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Posts Tagged ‘ labour ’

The Innocence of Joe Hill – A Radio Labour podcast

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December 5, 2011
The Innocence of Joe Hill – A Radio Labour podcast

Since he was shot by a Utah firing squad on November 19, 1915, people have debated the guilt or innocence of storied protest singer-songwriter Joe Hill. Now, with The Man Who Never Died, a new book by William M. Adler, published by Bloomsbury in New York, we finally have the answer. The innocence of...
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“New Labour History” pioneer dies

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December 5, 2011
“New Labour History” pioneer dies

David Montgomery, the well-respected American labour historian blacklisted as a union organizer in the 1950s, died on Dec. 2, 2011. A founder of what became known in the 1970s as the New Labour History, Montgomery is perhaps best known for his 1987 book The Fall of the House of Labor, a critical appraisal of...
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Lefty’s Legacy, Margaret’s Hope – A Feature Article

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November 14, 2011
Lefty’s Legacy, Margaret’s Hope – A Feature Article

SFU alumna Margaret Morgan (MA’76) and her husband, left-wing radical Richard Ernest “Lefty” Morgan, were life-long learners, educators, and activists, so it seems appropriate that SFU’s research centre for labour studies should be named the Morgan Centre for Labour Studies. Many alumni from SFU’s “bad old days” in the late 1960s would probably agree...
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The Innocence of Joe Hill

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October 28, 2011
The Innocence of Joe Hill

William M. Adler, The Man Who Never Died: The Life, Times and Legacy of Joe Hill, American Labor Icon (New York: Bloomsbury, 2011). Since he was shot by a Utah firing squad on November 19, 1915, people have debated the guilt or innocence of storied protest songwriter and singer Joe Hill. Now, with a...
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Red Seattle – A travel essay

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August 7, 2011
Red Seattle – A travel essay

An old episode of Frasier, the television comedy set in Seattle, focuses on an impending strike at the fictional radio station where Frasier works as an on-air psychiatrist. Whether the script writers knew it or not, they were tapping into the radical history of a city that has the dubious or proud distinction of...
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Mine-Mill’s Peace Arch Concerts – A history essay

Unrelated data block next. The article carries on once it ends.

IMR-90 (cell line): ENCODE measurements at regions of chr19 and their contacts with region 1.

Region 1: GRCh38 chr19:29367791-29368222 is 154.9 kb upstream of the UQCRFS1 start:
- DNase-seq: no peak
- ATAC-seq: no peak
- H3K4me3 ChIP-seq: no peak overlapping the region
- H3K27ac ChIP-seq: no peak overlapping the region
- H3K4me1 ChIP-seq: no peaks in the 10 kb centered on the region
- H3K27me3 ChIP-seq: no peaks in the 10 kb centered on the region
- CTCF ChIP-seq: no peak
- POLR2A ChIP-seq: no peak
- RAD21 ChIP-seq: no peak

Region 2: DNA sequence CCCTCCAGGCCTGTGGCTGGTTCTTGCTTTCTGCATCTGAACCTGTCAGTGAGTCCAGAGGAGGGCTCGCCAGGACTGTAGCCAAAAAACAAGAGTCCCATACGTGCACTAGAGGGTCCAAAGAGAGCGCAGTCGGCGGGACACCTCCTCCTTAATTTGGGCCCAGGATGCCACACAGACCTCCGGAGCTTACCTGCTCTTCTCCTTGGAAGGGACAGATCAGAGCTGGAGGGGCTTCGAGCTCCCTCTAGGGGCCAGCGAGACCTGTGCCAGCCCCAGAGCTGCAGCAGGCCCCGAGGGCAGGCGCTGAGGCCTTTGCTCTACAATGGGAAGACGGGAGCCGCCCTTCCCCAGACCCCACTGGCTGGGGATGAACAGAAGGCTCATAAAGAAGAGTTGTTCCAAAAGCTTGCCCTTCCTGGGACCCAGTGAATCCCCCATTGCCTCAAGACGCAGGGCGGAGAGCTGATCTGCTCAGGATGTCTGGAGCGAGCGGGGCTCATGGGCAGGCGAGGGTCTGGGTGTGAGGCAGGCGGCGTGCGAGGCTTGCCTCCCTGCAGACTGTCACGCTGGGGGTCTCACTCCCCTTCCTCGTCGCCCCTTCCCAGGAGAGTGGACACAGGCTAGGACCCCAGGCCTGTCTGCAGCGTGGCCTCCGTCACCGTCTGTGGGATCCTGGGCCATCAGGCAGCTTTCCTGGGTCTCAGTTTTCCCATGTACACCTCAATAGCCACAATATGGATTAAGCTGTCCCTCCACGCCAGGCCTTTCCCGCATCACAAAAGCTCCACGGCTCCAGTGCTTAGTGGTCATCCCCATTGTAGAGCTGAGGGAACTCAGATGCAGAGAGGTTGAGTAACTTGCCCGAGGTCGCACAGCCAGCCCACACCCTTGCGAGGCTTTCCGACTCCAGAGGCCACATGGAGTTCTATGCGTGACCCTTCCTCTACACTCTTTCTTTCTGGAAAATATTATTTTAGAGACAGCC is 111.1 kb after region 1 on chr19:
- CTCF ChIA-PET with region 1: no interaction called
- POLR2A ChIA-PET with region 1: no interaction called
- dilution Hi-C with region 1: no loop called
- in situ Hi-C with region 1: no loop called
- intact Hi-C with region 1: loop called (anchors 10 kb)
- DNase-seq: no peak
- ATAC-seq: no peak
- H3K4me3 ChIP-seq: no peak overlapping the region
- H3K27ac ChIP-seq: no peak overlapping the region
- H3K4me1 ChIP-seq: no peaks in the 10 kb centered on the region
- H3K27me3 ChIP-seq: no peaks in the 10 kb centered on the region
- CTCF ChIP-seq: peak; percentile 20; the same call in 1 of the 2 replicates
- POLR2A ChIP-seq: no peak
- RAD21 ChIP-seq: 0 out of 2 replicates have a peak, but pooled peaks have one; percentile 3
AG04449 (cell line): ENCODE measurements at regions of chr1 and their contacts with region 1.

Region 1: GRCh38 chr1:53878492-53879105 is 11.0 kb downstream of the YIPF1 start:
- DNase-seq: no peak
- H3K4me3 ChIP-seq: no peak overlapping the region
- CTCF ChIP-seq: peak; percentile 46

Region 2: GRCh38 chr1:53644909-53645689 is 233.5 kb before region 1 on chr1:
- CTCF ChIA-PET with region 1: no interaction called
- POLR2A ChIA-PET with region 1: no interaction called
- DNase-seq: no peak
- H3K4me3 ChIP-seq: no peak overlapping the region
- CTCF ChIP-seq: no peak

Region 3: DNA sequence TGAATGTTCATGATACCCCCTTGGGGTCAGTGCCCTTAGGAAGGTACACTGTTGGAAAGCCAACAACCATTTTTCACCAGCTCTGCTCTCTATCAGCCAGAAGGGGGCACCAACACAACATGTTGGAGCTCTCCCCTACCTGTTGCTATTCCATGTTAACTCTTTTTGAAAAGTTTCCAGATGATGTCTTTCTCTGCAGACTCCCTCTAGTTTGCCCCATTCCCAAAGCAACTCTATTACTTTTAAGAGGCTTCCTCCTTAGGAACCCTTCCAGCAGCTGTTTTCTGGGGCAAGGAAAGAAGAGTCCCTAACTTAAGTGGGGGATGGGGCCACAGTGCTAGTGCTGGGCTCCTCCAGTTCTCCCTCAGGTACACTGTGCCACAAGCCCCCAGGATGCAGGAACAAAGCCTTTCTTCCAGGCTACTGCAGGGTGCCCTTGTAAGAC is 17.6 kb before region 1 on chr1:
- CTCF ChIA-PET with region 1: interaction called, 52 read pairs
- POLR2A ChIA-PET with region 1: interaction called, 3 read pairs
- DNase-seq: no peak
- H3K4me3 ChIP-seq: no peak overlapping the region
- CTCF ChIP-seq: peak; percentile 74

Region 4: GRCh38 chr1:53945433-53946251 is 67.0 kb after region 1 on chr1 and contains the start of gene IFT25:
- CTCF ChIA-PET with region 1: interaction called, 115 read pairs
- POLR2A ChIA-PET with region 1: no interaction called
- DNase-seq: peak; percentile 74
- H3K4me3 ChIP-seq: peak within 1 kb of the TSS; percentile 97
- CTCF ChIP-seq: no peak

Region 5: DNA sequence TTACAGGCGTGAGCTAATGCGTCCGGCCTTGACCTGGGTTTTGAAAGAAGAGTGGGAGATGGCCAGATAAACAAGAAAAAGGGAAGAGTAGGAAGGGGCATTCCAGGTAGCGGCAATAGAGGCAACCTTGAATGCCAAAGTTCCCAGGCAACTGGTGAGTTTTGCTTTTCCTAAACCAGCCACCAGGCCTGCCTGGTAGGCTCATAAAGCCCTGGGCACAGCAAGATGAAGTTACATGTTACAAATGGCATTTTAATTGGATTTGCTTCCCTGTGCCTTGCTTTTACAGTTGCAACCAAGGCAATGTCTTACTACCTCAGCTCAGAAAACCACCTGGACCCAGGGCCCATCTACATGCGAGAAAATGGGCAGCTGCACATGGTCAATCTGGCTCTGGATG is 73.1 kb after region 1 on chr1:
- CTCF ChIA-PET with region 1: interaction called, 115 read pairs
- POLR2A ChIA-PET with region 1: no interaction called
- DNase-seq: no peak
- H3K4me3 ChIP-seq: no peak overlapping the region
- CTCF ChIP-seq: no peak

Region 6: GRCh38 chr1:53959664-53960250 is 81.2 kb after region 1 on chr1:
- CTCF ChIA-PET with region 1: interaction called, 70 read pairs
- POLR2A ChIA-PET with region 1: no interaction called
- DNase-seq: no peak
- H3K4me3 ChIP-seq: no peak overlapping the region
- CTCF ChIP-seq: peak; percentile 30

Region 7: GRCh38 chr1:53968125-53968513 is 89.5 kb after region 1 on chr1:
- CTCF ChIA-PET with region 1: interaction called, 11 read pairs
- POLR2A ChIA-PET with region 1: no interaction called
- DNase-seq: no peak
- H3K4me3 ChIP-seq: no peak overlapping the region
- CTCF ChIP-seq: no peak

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July 25, 2011
Mine-Mill’s Peace Arch Concerts – A history essay

When Harvey Murphy, the pugnacious western regional director of the International Union of Mine, Mill and Smelter Workers, learned that his friend and fellow leftist, American opera star Paul Robeson, was not going to be allowed to cross the Canada-United States border to sing at the Vancouver Mine-Mill convention on February 1, 1952, he...
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‘A Better Way for Oregon’ – A photo essay

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May 21, 2011
‘A Better Way for Oregon’ – A photo essay

Public sector workers employed in education, health care and other services funded by the Oregon state government stood up for fairness at a rally in Salem, the state capital, on May 20, 2011. About 3,000 workers and their families chanted “Hey, hey, what do we say/We say there’s a better” and “What do we...
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Triangle Shirt Waist Fire killed 146

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March 25, 2011
Triangle Shirt Waist Fire killed 146

Today, March 25, marks the 100th anniversary of the tragic Triangle Shirt Waist Factory fire in New York City that led to mass protests and some modest changes that were designed to create safer work conditions. The workplace tragedy killed 146 workers, many of them immigrant Jewish and Italian women, two only 14 years...
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Boost, boom and ‘kaboom’ – A history essay

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March 5, 2011

Few Canadians will have heard of the infamous Ludlow Massacre, a “slaughter of the innocents” at a workers’ tent city in the coalfields of Colorado in the spring of 1914. Fewer still will know that in the footnotes to that show of corporate bullying against miners and their families a familiar name pops up,...
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Madness in Madison

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February 26, 2011
Madness in Madison

Now they’ve done it. The Wisconsin legislature has gone and passed their anti-union bill. It’s a crazy place, America, and it’s getting crazier by the minute. But turning on its public employees – the very people who make life slightly more liveable – is about the craziest move yet. What’s going on here?
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